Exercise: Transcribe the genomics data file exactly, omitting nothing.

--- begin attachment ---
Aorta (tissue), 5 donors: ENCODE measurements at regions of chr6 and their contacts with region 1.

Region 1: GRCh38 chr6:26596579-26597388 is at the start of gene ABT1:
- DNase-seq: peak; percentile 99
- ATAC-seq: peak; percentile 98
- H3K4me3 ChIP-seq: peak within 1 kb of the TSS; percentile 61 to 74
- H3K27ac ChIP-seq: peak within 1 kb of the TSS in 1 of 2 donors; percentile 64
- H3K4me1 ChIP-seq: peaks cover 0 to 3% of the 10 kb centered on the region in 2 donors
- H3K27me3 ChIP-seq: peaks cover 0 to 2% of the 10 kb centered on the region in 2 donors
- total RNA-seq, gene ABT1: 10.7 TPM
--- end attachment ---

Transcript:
Aorta (tissue), 5 donors: ENCODE measurements at regions of chr6 and their contacts with region 1.

Region 1: GRCh38 chr6:26596579-26597388 is at the start of gene ABT1:
- DNase-seq: peak; percentile 99
- ATAC-seq: peak; percentile 98
- H3K4me3 ChIP-seq: peak within 1 kb of the TSS; percentile 61 to 74
- H3K27ac ChIP-seq: peak within 1 kb of the TSS in 1 of 2 donors; percentile 64
- H3K4me1 ChIP-seq: peaks cover 0 to 3% of the 10 kb centered on the region in 2 donors
- H3K27me3 ChIP-seq: peaks cover 0 to 2% of the 10 kb centered on the region in 2 donors
- total RNA-seq, gene ABT1: 10.7 TPM